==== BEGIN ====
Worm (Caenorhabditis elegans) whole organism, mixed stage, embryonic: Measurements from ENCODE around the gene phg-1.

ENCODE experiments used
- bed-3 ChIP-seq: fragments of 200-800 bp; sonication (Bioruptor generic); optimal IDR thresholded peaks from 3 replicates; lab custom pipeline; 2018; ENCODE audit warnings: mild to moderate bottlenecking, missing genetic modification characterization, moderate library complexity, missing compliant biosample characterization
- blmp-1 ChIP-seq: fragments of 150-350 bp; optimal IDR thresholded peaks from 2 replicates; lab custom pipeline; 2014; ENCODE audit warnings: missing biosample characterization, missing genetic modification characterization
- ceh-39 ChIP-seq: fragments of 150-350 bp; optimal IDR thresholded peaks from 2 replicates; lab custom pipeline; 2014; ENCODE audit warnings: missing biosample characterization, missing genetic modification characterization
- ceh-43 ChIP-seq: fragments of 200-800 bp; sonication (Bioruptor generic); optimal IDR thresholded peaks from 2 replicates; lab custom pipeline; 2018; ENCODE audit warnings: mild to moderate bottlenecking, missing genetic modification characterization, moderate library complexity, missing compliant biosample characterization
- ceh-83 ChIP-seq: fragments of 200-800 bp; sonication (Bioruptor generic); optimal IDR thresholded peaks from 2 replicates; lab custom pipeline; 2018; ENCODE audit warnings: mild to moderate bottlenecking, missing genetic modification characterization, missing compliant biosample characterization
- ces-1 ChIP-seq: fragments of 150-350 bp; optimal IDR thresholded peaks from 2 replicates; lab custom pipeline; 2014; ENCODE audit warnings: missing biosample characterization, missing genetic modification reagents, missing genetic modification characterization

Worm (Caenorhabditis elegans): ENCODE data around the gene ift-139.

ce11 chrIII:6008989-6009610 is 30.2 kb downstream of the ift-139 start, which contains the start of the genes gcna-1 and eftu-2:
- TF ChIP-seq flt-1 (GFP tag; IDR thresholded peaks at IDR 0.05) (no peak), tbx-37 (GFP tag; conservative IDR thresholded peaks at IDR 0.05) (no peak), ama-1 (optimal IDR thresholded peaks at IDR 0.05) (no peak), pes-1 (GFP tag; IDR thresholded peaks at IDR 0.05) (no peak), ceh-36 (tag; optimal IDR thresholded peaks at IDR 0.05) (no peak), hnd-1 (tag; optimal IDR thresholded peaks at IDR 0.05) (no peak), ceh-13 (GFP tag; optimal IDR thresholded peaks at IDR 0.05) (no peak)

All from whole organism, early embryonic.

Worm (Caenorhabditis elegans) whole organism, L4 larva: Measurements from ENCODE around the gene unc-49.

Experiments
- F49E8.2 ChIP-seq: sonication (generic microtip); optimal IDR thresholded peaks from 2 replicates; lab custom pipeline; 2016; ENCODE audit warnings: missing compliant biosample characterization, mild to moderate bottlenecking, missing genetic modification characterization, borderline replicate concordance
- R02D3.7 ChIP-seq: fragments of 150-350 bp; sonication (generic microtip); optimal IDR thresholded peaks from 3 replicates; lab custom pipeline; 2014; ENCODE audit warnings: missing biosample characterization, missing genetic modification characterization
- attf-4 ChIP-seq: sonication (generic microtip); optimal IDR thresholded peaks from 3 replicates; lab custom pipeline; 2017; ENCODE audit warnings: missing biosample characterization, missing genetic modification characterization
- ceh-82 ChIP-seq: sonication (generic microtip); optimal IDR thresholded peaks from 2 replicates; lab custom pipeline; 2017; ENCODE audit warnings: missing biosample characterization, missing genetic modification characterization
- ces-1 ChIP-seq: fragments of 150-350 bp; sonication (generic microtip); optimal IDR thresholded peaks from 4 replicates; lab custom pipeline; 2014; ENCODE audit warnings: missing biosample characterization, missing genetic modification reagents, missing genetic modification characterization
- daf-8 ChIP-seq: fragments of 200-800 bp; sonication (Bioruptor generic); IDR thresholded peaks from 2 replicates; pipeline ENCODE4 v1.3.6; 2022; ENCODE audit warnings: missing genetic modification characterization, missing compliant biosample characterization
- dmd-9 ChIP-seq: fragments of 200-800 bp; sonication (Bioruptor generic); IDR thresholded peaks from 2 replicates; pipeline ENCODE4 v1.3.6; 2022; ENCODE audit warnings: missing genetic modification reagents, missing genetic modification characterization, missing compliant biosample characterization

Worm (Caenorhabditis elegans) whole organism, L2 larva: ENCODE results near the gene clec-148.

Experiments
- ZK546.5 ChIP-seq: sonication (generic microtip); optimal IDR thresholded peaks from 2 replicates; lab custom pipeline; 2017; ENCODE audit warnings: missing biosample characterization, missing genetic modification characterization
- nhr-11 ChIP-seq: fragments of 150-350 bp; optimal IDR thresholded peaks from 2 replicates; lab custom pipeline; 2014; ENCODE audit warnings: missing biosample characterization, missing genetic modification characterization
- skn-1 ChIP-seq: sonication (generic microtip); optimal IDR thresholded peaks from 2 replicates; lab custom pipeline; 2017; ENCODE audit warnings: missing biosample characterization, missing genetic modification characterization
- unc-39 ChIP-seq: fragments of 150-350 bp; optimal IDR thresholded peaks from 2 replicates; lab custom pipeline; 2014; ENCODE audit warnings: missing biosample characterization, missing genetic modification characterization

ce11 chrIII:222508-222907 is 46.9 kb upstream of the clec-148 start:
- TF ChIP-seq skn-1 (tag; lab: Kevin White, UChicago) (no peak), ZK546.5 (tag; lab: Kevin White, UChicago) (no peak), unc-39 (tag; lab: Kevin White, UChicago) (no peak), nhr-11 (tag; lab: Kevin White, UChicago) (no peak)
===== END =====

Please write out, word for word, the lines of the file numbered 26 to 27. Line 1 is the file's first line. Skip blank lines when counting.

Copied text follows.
- skn-1 ChIP-seq: sonication (generic microtip); optimal IDR thresholded peaks from 2 replicates; lab custom pipeline; 2017; ENCODE audit warnings: missing biosample characterization, missing genetic modification characterization
- unc-39 ChIP-seq: fragments of 150-350 bp; optimal IDR thresholded peaks from 2 replicates; lab custom pipeline; 2014; ENCODE audit warnings: missing biosample characterization, missing genetic modification characterization